The two chapters that follow show the childhood of Little Jackie, the novel’s protagonist.  Chapter 2 sets the scene of his father’s hardware store where, through the eyes of a child, we see a society in which the fine gradations of race were an everyday reality.

Chapter 15 recounts a powerful experience for Little Jackie, a moment in his childhood that has a lasting impact on him.

Chapter 2

1939

Pa’s hardware store stood in Parow, at the far end of Main Road, the long thoroughfare stretching east to west across Cape Town that eventually came to be renamed Voortrekker Road, after the rugged, tough-minded Afrikaners who had settled the Cape. Parow, in those days, was quite a distance from the city centre, out beyond Woodstock, Maitland and Goodwood. Property was cheap and rentals easy to come by, so Malays and Jews, Afrikaners and English had started to crowd in, and the suburb was growing by the day.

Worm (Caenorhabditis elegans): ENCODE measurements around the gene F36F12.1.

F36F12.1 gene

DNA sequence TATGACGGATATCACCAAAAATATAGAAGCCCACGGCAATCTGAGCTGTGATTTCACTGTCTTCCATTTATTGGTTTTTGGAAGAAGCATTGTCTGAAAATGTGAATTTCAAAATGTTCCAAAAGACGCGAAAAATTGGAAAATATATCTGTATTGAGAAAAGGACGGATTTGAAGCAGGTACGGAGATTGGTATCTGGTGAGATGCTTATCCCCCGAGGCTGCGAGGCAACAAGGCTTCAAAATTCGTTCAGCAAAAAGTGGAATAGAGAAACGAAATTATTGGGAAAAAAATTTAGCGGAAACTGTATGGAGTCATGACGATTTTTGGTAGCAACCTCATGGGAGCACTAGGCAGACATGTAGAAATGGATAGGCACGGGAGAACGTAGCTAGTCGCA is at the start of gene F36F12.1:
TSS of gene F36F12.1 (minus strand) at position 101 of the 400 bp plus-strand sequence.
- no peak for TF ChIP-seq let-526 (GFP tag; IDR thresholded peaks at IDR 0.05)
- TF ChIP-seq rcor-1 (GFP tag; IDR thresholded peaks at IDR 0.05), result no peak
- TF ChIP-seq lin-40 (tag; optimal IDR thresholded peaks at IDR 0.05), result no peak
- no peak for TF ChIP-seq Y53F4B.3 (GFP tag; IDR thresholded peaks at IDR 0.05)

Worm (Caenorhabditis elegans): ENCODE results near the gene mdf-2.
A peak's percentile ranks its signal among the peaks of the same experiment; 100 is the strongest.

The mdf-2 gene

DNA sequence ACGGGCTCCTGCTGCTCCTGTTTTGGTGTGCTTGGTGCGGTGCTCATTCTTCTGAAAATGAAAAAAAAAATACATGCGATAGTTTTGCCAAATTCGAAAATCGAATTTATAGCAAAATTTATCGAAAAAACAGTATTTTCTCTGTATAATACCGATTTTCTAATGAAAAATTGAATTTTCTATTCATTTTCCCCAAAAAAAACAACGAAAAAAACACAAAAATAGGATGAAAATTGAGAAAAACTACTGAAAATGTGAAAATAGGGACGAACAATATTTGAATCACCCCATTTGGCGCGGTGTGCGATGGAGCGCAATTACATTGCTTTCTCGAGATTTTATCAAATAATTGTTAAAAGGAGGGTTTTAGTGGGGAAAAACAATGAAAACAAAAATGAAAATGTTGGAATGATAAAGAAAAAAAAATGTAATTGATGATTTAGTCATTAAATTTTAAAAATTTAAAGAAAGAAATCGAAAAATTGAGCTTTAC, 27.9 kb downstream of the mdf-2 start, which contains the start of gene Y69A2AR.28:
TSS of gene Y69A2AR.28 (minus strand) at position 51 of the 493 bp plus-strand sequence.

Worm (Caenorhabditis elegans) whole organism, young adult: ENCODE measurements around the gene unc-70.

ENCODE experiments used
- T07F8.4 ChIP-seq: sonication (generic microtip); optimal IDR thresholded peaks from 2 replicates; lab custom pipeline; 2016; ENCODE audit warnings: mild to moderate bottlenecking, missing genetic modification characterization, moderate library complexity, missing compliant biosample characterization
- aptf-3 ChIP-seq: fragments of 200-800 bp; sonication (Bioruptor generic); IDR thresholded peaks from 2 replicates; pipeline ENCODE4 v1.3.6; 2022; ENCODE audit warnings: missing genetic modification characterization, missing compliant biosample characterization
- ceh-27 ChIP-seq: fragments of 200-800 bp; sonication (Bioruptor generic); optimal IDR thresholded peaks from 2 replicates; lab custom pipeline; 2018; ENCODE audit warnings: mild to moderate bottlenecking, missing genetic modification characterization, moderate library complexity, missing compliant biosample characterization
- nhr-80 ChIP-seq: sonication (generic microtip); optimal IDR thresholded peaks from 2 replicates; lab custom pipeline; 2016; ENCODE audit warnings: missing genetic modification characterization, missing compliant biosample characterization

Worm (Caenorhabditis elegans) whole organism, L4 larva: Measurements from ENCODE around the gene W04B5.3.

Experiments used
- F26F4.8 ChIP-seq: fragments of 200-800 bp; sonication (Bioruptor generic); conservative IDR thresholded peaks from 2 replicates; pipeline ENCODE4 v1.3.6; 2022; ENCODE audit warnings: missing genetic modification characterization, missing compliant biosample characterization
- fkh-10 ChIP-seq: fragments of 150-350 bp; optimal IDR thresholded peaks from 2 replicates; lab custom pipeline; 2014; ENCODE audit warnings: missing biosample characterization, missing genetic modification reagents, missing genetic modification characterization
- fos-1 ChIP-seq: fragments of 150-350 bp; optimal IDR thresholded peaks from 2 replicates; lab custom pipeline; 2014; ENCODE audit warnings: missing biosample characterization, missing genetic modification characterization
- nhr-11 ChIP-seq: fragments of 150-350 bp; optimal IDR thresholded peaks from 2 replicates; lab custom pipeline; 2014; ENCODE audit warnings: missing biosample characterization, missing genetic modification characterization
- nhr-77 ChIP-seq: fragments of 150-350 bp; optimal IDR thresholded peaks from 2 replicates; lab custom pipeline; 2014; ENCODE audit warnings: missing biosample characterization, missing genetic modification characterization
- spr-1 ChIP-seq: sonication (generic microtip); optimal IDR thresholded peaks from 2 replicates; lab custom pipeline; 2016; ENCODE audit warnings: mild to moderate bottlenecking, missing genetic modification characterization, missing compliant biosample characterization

On one side of the store was Irene’s, the women’s outfitters. It sold corsets and brassieres, blouses, suits and bright cotton frocks, the most glamorous of which appeared on two smiling, painted mannequins in the window. On the other side stood Krapotkin’s butcher’s shop, its large plate-glass window filled with pallid sausages, mounds of worm-like minced beef and lean joints of lamb hanging from silver hooks. A sticky yellow paper in the front of the shop was always black and buzzing with flies. Krapotkin was a large, pink-faced man, with hands as red and raw as the meat he handled and a voice loud enough to wake the cockerel himself. He was in the shop, from early morning till late at night, heaving dripping carcasses and slapping bloody joints of meat onto wooden boards, slicing, chopping, grinding, sawing through flesh and bone, all the while singing, laughing and swearing so loudly that my mother said that Krapotkin and his butcher’s shop would be the death of her.